Fifty degrees below zero? Storms that blow the roofs off the houses? Two metres (six feet) of snow in the middle of town? This is the sort of thing that happens in winter time in Northern Norway, and that is when the media comes visiting. But more often than not the winter weather is much nicer to be out in.

At the world's end

A glance at the map is enough to scare the wits out of the regular traveller; Northern Norway is on the same latitude as the northern coasts of Alaska and Siberia. A Northern Norwegian winter is surely an extreme experience reserved for expeditions and extreme sports athletes? Actually, there is one factor that is often overlooked, namely the Gulf Stream. The lukewarm waters from Mexico ensure nice winter temperatures; a little under zero in the coastal areas and around -10 to -15 inland, which is perfect for exploring, playing and experiencing the winter landscape. 

Mild in the Gulf Stream

Værøy, in the middle of the Gulf Stream, is the northern-most point in the world where the average temperature does not fall below freezing point during all months of the year. Islands such as Vega, Træna, Myken and Litløy often enjoy temperatures of one to three degrees, whilst the rest of Northern Norway is frozen over for winter. You definitely can't count on going skiing at Røst every year either. Large parts of the Nordland coast, and also certain places in outer Troms and Vest-Finnmark, can be'abæra'- snow free - for much of the winter.

-51°C

However, Northern Norway definitely isn't lacking in paradoxes. The record for the coldest temperature in Karasjok at -51, and temperatures under -35 are recorded annually on Finnmarksvidda, in Indre Troms, and the area around Saltfjellet, Okstindan and Børgefjell south of the Polar circle. The average temperature lies between -8 and -18 here. These areas are assured of snow long before Christmas, and they have many clear starry nights and northern lights. The cold is a dry cold, and with the right clothing it can actually be enjoyable to be outside.

2.4 metres (7.9 feet) of snow

In the coastal and fjord areas in Northern Norway, it is rarely under -10, but there is often a lot of snow. The municipality has a snowplough running day and night, roads can be closed due to the risk of avalanche and the arches of snow from the snow plough decorate the residential areas. Tromsø's legendary winter of 1997 with 2.4 metres (7.9 feet) of snow was pretty difficult, but the people of Narvik were looking forward to the great conditions on their thousand-metre-high slalom slope.

Slippery

Along the coast it snows, rains and freezes in turn and the thermometers move up and down like yo-yos. It quickly becomes so slippery that the municipal gritting trucks cannot keep up, and upper femurs and wrists are in acute danger. Crampons, which can be purchased everywhere, are a lifesaver. A little bit of terminology here; if the ice on the streets is like a mirror, then we call it 'glarhålka' or 'speilhålka'. 'Blindhålka' is even worse, because that means there is a thin layer of treacherous snow covering this polished devilry.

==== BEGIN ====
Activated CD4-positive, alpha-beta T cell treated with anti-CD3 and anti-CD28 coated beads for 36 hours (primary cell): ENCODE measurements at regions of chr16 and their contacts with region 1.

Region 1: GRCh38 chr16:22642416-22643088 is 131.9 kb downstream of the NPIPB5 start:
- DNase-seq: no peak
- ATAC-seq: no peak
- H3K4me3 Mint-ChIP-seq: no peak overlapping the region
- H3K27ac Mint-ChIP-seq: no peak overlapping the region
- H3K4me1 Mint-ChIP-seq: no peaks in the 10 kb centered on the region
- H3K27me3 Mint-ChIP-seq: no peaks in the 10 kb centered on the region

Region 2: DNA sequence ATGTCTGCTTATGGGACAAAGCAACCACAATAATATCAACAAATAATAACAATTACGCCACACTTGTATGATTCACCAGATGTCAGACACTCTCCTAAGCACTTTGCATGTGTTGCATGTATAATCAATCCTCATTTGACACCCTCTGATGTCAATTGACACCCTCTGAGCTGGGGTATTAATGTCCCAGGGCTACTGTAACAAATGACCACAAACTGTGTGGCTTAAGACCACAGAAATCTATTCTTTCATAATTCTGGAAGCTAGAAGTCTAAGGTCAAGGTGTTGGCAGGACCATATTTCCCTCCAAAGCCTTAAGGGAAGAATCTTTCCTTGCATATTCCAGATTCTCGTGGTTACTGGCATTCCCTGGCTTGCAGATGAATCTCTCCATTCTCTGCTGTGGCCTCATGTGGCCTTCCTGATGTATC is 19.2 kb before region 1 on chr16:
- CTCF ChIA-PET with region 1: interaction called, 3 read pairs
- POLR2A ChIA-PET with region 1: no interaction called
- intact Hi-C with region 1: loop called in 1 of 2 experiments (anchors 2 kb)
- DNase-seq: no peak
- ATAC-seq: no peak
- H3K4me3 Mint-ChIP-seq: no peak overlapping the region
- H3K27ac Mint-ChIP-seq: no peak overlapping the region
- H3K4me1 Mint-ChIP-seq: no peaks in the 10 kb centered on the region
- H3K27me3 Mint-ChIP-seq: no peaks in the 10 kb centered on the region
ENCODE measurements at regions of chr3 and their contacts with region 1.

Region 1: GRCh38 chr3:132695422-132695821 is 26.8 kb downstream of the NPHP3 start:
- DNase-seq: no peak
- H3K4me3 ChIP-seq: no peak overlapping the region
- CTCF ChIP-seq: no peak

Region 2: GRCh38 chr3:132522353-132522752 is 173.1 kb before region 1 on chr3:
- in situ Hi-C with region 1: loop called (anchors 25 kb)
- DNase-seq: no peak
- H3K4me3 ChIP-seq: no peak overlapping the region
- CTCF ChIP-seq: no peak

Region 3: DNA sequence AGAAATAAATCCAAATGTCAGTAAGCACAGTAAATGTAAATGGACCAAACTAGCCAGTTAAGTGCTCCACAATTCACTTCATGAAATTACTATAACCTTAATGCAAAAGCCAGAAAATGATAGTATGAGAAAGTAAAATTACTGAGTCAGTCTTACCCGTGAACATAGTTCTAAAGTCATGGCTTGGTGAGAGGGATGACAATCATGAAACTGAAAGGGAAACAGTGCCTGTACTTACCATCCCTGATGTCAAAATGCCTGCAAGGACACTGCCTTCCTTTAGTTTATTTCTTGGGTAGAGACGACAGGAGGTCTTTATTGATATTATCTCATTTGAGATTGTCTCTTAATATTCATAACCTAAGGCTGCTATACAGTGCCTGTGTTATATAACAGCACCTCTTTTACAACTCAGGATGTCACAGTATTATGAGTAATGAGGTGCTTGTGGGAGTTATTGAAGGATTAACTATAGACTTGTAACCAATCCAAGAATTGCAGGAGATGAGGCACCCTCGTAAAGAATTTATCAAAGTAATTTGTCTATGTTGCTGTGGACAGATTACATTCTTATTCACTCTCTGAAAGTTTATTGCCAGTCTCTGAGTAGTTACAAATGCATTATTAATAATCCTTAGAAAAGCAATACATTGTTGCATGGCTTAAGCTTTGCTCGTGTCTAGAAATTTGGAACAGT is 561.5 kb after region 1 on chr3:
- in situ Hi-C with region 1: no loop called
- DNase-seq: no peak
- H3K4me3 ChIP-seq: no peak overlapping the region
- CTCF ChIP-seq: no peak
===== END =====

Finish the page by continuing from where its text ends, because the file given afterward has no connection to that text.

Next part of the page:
Polar low pressure

Occasionally an extreme force is triggered when cold air from the North Pole flows out over the lukewarm Gulf stream. Suddenly it can blow up into a full storm, where the snow is thick and continuous, and the fishing boats ice up. Flights are redirected inland, the Hurtigruta (ferry) waits for the weather to subside and stops making ports of call, and barriers go down over the mountain roads. Meteorologists struggle to predict polar low pressure, so when it hits the only thing to do is stay snug inside with a cup of coffee; it soon passes. The stillness afterwards, with the snow drifts and snow covered windows, is eerily beautiful.

Hurricane force winds

The great weather systems in the Atlantic ocean occasionally sweep in over Northern Norway with hurricane force winds. In the fishing villages on the coast, the roofs have guy lines to withstand the wind. TV reporters are crouched down in the gusts on the pier at Bodø, thousands of people in Lofoten are without electricity and there are avalanches in Indre Helgeland. Aided by the hype of the extra news reports it appears dramatic, but the communities are back on their feet surprisingly quickly. After a chaotic storm day the flights are back on schedule the next morning.

Winter advice

  • Wrap up well; start with our article on clothing
  • Keep an eye on the weather forecast when you are going to be on the move in Northern Norway. Really, it is just a matter of asking someone, all northerners are up to date on this favourite topic of theirs at any given moment.
  • If a storm is coming just as you are going to take a flight or boat, you need to have patience. Employees have experienced this many times before and do a professional job in getting everyone off on their journey as soon as it is responsible. However in the meantime there could be a lot of waiting.
  • Take a look at airline tickets and insurance before you travel. If you have a connecting ticket for the return home, the airline will re-book the tickets for you after the cancellation and delays. If you do not have a connecting ticket you must ensure that your travel insurance covers a new ticket.
  • Driving is usually unproblematic. See here for some tips on winter driving.
  • Enjoy it! Many northerners think that winter is the best time of year!